Kara Wood tilts at windmills
Over the last eight years, Grand Rapids city commissioners have approved 306 tax abatements and brownfield redevelopment requests. They ratified 51 last year. But with the Michigan Business Tax about to be bid a fond adieu, the brownfield tax credit is also on a sayonara track. Under the current tax plan, no new credits will be issued after this year. “Brownfield tax credits are so important and they are going away,” said Mayor George Heartwell, a bit disappointedly last week.
But City Economic Development Director Kara Wood said a proposal has been sent to Gov. Rick Snyder requesting that some of the credits be made available. Wood, who sits on the board of the Michigan Economic Developers Association, said the proposal is a statewide request and she expects to receive a response from the governor’s office soon. Wood also said that Ohio is taking the opposite approach to business incentives as lawmakers in the Buckeye State recently agreed to commit $1 billion to economic development, clearly a figure Michigan can’t match.
Ed Kettle, chief of staff to State Rep. Roy Schmidt and a big fan of citywide parties, gleefully announced last week that Amway has agreed to be the lead sponsor for the city’s 4th of July Family Fireworks for the next three years. Kettle has struggled to find financial support for the event ever since the city decided it couldn’t afford to fund it.
But Kettle, who willingly took on the task, has always come through. “Ed has been the wizard behind the 4th of July Fireworks for the last four years now,” said Heartwell.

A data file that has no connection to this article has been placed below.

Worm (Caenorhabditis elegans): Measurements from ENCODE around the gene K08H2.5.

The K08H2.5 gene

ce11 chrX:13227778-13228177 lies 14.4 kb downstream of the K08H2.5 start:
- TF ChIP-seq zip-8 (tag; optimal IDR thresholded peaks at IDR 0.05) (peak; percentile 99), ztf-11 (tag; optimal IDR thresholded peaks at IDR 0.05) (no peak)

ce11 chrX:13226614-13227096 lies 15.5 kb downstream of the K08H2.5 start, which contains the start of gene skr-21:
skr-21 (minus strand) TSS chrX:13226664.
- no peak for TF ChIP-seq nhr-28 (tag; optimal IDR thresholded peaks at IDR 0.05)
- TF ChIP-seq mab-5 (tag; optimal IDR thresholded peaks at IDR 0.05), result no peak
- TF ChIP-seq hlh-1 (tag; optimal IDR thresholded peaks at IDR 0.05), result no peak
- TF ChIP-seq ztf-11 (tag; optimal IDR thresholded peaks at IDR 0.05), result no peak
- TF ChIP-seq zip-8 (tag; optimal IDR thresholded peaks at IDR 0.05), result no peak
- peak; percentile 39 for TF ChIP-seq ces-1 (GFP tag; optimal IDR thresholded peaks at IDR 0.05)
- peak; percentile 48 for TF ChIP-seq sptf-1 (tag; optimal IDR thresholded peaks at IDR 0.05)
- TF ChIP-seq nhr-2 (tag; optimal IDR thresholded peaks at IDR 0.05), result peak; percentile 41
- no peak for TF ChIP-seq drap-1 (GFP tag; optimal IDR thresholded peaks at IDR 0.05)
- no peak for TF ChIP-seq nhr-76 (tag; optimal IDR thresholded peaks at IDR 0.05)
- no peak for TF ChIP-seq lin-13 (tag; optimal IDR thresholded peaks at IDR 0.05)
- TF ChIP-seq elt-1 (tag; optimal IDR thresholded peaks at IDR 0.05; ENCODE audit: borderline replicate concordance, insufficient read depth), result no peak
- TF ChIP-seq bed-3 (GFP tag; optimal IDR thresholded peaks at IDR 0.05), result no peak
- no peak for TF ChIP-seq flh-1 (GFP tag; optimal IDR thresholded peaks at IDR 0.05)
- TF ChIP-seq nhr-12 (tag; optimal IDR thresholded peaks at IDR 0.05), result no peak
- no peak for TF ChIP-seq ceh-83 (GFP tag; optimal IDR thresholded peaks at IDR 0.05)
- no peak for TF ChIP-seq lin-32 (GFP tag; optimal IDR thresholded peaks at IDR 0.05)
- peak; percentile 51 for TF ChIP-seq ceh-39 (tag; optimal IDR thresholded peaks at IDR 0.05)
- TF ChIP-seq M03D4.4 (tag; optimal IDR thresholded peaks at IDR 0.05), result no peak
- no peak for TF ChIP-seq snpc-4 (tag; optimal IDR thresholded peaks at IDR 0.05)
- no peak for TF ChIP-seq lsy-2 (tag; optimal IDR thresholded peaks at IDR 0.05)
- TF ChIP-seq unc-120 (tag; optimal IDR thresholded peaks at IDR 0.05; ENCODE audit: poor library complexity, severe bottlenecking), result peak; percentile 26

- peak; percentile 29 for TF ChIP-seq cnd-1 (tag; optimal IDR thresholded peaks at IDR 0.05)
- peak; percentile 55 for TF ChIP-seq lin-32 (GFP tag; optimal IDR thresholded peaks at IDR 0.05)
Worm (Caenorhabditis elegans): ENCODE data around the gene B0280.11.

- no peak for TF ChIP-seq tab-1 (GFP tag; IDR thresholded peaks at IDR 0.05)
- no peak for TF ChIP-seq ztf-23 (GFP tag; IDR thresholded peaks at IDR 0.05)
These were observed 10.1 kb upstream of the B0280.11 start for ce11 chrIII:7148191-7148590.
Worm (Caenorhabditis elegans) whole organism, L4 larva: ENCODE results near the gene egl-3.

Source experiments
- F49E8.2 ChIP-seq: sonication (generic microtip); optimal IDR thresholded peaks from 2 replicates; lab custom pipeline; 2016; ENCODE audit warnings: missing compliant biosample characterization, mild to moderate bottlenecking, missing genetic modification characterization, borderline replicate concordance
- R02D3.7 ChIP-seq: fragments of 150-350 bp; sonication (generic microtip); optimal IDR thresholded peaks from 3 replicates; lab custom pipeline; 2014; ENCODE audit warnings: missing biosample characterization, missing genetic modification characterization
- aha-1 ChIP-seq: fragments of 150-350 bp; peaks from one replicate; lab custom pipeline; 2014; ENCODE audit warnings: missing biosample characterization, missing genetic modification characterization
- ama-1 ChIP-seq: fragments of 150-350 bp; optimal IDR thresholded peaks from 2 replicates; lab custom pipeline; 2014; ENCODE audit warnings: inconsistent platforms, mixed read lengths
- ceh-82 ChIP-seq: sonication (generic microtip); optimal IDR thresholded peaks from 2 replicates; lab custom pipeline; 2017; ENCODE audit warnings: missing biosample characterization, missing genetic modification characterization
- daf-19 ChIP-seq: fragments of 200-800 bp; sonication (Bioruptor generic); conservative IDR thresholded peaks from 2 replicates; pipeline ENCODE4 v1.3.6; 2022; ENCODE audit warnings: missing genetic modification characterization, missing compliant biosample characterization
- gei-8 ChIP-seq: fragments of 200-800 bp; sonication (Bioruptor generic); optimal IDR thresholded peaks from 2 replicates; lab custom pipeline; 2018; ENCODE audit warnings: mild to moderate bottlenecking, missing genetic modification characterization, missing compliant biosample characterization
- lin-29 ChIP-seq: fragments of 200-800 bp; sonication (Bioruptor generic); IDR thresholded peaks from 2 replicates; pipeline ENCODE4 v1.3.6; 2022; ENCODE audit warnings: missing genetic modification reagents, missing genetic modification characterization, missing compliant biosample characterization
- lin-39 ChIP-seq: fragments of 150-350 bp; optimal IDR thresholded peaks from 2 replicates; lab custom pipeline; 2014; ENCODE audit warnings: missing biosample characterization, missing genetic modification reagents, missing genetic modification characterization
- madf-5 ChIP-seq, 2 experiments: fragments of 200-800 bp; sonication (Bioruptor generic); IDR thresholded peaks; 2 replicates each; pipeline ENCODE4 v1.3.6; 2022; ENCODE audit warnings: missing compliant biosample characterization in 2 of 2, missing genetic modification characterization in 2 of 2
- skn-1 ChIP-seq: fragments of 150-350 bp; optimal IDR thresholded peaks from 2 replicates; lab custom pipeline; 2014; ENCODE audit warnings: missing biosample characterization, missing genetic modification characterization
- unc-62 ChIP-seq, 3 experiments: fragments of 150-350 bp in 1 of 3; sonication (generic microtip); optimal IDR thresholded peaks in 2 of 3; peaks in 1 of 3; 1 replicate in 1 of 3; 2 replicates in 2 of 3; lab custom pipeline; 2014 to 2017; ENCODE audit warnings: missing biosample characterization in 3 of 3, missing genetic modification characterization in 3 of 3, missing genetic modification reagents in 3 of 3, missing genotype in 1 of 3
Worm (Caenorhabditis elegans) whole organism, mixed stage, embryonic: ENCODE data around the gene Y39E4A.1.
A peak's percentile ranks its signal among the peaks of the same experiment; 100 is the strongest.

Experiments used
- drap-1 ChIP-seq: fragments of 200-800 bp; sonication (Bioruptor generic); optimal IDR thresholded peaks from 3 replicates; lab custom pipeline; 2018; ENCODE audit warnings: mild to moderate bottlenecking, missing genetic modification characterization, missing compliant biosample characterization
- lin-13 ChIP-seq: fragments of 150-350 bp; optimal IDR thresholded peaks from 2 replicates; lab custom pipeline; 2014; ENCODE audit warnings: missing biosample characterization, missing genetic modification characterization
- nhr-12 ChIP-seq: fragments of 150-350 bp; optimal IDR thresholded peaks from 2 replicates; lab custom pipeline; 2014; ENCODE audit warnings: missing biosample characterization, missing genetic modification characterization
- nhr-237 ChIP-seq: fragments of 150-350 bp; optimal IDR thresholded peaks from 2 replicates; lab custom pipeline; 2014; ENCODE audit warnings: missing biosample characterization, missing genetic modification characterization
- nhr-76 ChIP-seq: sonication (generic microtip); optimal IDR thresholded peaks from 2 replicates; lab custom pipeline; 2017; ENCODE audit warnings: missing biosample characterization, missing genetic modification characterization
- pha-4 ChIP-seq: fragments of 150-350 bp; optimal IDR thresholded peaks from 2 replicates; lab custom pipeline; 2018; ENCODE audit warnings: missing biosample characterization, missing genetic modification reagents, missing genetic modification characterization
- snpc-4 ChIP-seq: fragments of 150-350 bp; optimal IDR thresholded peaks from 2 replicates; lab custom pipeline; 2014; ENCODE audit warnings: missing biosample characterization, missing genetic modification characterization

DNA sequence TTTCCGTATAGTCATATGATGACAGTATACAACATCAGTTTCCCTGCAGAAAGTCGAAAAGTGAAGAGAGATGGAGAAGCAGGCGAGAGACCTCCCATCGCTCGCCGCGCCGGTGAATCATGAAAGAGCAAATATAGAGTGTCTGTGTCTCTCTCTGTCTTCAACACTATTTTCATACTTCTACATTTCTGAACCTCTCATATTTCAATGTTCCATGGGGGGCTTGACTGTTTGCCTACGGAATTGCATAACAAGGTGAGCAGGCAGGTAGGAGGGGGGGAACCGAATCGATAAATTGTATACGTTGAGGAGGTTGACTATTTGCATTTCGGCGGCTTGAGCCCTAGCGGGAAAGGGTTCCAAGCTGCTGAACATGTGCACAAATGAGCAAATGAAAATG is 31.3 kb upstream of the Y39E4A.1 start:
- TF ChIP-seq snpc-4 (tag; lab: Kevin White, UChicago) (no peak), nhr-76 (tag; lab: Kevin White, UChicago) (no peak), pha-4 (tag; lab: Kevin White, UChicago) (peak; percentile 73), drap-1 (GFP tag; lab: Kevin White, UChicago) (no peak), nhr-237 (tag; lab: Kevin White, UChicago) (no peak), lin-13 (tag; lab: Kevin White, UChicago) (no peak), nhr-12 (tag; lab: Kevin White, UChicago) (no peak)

This year’s event adds a 5 p.m. parade to salute those in the military. Rosa Parks Circle will join A-Nab-Awen Park as an entertainment site, both with 6 p.m. start times. The fireworks go kablooey at 10:30. “This gets bigger and better and it’s due to your tenacity,” Heartwell said to Kettle.
Kettle also wants to organize a citywide singing of the National Anthem — on front porches, in backyards, Meijer parking lots, wherever anyone is — shortly after 6 p.m. And he said no mouthing the words will be allowed, so bone up on the lyrics. (Just don’t ask Christina Aguilera.)
Not skating on thin ice
The mayor also singled out Joseph Tomaselli. The president of the Amway Hotel Group has made sure his company has supported the ice skating on the Rosa Parks Circle rink each winter.
“He has a passion for the city and a passion for downtown,” said Heartwell, who added the hotel is already on board for the next skating season.
“In some cases, this may be the first time some families and their children come downtown. It’s becoming our version of Rockefeller Center,” said Tomaselli of the downtown rink.
Dennis Baxter and Dan McCrath of Bluecap Entertainment revealed last week that Lynyrd Skynyrd, the Stone Temple Pilots, Willie Nelson, Alice Cooper, Blake Shelton and Ludacris will headline the first Rock the Rapids concert week to be held downtown, from Aug. 8-13. Advanced single-day tickets go for $29, but a two-concert pass is $39 and a pass for all six shows is only $79. “We want to provide national entertainers at a price point that is very affordable, and with our weeklong pass, the cost is only $13.17 per show,” said Baxter. “With the artists that we are providing, that is an incredible value.” Tickets go on sale Friday through Star Tickets and at Meijer locations.